WinDBG - Install and Configure for BSOD Analysis

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    WinDBG - Install and Configure for BSOD Analysis

    WinDBG - Install and Configure for BSOD Analysis

    How to Install and Configure WinDBG for BSOD Analysis
    Published by
    Designer Media Ltd


    How to Install and Configure WinDBG for BSOD Analysis

       Information

    WinDBG (Windows DeBuGger) is a Microsoft software tool that is needed to load and analyse the .dmp files that are created when a system BSOD's. The latest version of WinDBG allows debugging of Windows 10.x, Windows 8.x, Windows 7 and Windows Vista.

    This tutorial will show you how to download, install, configure and test WinDBG in preparation for analysing BSOD's.



       Note

    WinDBG requires .NET Framework 4.5.2 in order to run. If it's not installed, download it from this location, and install it before downloading and installing WinDBG.




    Step 1

    Downloading and Installing WinDBG


    1. Download the WinDBG sdksetup.exe setup file.

    2. Run sdksetup.exe, and specify the installation location (this example uses the default location):
    WinDBG - Install and Configure for BSOD Analysis-1.png
    3. Once you have accepted the licence agreement, you will be prompted to select the features to install. Select only the Debugging Tools for Windows option, as shown. Proceed with installation.
    WinDBG - Install and Configure for BSOD Analysis-2.png
    4. The debugging tools will be downloaded and installed.
    WinDBG - Install and Configure for BSOD Analysis-3.png





    Step 2

    Associate .dmp files with WinDBG


    If configured correctly, Windows will write information to a .dmp file when the host system BSOD's. In order to read the information within the .dmp file, it needs to be associated with WinDBG.

    Open an elevated cmd window. Copy the highlighted text below, and paste it into the cmd window and hit enter to change directory to the installation location path.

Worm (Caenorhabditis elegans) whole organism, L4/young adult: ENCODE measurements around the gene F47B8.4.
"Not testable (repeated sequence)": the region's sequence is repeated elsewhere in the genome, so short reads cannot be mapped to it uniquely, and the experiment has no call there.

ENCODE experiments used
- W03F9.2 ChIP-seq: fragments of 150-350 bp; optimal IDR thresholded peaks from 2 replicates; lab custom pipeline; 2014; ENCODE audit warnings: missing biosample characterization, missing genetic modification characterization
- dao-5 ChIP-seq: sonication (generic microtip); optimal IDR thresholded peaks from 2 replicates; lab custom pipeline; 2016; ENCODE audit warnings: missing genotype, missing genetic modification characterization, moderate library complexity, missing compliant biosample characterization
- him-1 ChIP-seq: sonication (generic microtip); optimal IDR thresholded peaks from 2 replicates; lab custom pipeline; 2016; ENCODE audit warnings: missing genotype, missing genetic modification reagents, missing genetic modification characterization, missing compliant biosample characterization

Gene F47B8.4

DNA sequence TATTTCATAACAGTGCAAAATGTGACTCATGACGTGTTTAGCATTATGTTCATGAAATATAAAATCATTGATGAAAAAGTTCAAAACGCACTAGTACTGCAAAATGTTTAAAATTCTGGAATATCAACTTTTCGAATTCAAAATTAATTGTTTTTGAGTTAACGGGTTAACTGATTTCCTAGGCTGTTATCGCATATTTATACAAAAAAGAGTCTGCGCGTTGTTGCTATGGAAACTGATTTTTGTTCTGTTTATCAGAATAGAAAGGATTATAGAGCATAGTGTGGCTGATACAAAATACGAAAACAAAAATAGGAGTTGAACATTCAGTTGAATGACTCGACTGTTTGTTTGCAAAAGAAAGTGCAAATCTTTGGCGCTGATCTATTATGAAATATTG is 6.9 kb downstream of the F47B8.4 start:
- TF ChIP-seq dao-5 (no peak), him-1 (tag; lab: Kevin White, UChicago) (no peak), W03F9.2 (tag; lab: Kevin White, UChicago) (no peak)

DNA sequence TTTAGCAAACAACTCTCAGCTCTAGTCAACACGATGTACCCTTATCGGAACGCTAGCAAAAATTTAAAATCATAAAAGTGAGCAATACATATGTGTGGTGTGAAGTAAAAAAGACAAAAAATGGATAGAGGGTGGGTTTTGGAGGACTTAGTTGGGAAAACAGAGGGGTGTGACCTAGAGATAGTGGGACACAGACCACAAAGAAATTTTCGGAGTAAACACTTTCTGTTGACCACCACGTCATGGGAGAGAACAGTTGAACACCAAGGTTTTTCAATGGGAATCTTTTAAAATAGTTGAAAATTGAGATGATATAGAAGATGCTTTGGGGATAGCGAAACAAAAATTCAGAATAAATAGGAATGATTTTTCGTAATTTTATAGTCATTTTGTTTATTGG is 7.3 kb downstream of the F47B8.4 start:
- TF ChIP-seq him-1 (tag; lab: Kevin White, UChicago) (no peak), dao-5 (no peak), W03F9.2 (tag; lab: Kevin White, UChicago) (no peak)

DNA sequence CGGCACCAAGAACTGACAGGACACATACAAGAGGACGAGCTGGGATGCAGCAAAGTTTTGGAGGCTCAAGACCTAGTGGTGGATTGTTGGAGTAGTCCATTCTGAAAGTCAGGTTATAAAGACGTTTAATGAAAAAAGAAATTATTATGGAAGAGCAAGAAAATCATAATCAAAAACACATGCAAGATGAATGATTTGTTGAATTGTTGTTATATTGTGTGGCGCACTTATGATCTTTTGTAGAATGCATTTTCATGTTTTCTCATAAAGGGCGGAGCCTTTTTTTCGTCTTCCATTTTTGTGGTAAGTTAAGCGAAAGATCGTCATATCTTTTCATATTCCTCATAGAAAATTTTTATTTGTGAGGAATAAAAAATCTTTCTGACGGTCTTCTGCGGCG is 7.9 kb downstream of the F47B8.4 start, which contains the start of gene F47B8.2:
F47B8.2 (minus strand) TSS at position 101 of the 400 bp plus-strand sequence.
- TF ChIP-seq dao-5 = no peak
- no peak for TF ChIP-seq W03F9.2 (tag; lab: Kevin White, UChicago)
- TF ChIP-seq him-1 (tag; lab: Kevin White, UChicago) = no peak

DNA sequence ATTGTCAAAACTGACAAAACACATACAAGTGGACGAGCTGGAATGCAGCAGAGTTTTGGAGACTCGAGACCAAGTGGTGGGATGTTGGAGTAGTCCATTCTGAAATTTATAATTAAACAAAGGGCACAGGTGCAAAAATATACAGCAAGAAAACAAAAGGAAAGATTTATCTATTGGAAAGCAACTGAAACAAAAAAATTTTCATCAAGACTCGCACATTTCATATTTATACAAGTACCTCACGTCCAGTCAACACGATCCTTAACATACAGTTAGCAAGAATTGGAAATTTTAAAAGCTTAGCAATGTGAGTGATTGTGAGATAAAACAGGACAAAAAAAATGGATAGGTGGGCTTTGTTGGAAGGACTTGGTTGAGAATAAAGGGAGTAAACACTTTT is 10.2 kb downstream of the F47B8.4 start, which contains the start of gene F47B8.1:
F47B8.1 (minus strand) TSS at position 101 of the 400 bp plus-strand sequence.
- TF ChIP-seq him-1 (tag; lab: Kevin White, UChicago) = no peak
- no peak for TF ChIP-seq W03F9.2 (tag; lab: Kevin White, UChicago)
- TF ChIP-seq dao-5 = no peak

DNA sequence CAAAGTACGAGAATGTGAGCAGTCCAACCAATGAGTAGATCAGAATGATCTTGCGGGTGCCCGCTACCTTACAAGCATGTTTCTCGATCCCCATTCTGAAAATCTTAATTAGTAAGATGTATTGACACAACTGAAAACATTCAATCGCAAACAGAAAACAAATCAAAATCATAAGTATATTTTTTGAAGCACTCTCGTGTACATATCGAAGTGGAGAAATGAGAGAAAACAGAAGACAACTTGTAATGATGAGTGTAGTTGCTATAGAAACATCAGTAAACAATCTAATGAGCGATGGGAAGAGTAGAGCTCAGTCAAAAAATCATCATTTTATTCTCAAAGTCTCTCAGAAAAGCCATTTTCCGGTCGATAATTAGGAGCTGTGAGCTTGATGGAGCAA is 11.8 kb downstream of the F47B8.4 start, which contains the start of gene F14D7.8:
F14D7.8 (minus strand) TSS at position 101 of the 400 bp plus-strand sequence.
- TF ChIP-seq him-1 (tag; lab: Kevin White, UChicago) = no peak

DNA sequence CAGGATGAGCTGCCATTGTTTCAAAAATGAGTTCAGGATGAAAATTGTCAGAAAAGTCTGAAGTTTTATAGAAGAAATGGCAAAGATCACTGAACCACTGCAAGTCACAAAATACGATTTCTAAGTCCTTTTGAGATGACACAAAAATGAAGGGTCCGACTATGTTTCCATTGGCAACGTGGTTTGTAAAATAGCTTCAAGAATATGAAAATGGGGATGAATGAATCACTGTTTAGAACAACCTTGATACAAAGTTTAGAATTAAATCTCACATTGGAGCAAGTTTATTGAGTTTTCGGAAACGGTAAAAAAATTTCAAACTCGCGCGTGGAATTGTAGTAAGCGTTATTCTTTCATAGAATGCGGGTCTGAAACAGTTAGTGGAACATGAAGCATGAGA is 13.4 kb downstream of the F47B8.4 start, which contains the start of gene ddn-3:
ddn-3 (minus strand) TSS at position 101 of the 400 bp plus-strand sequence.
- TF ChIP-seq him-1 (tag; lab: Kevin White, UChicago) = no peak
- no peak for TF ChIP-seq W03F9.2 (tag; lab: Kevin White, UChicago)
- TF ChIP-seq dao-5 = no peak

cd\Program Files (x86)\Windows Kits\8.1\Debuggers\x64\

    Now copy this highlighted text, paste it into the cmd window, and hit enter to make the association.

    windbg.exe -IA

    This is how it looks when executed in the cmd window.
    WinDBG - Install and Configure for BSOD Analysis-4.png
    If done correctly, a new blank instance of WinDBG will open with a confirmation box. WinDBG can now be closed.





    Step 3

    Configuring the WinDBG Symbol Path


    The symbol path is the location in which WinDBG searches for symbols each time it reads a binary in the BSOD .dmp file. It is critical to get this step correct.

    You can specify any location to create a cache/store of downloaded symbols, but I recommend using the default location (as used in this tutorial).

    To create and set a symbol path, do the following.

    1. Start a blank instance of WinDBG by going to:
    Start > All Programs > Windows Kits > Debugging Tools for x64 > WinDBG (x64)
    2. In the WinDBG panel, go to:
    File > Symbol File Path
    3. Copy the highlighted text below and paste it into the Symbol Search Path box, and click OK - there is no confirmation.

    SRV*C:\SymCache*Symbol information
    WinDBG - Install and Configure for BSOD Analysis-5.png
    What that line means is :
    • Create a folder called C:\SymCache
    • Download new symbols from the msdl site and save them to C:\SymCache

    4. Save the symbol path by going to:
    File > Save WorkSpace
    5. Close WinDBG.





    Step 4

    Testing the WinDBG Installation


    1. Download this small zip file.2. Open it, and double click the .dmp file.


    3 WinDBG should open automatically and you should see some text appearing in the workspace. Since this is the first .dmp file being read on your system, WinDBG appears to be - slow do not interrupt it. What is happening is:
    • A folder called Symcache is being created on C:
    • Symbols are being downloaded and saved to C:\Symcache

    The next time a .dmp is opened, it will be quicker since it already has some symbols. Over time the C:\Symcache folder will grow in size as more symbols are added. My current Symcache folder is 1.07GB in size.

       Tip
    If you think your \Symbols folder is starting to take up too much disk space, simply delete the contents of the folder in Windows Explorer - WinDBG will automatically download the required symbols when you open a .dmp again.


    You will know the reading of the .dmp file is complete when our output looks like this. Note the breakpoint that I have highlighted in bold text red - that means the .dmp file has been completely read.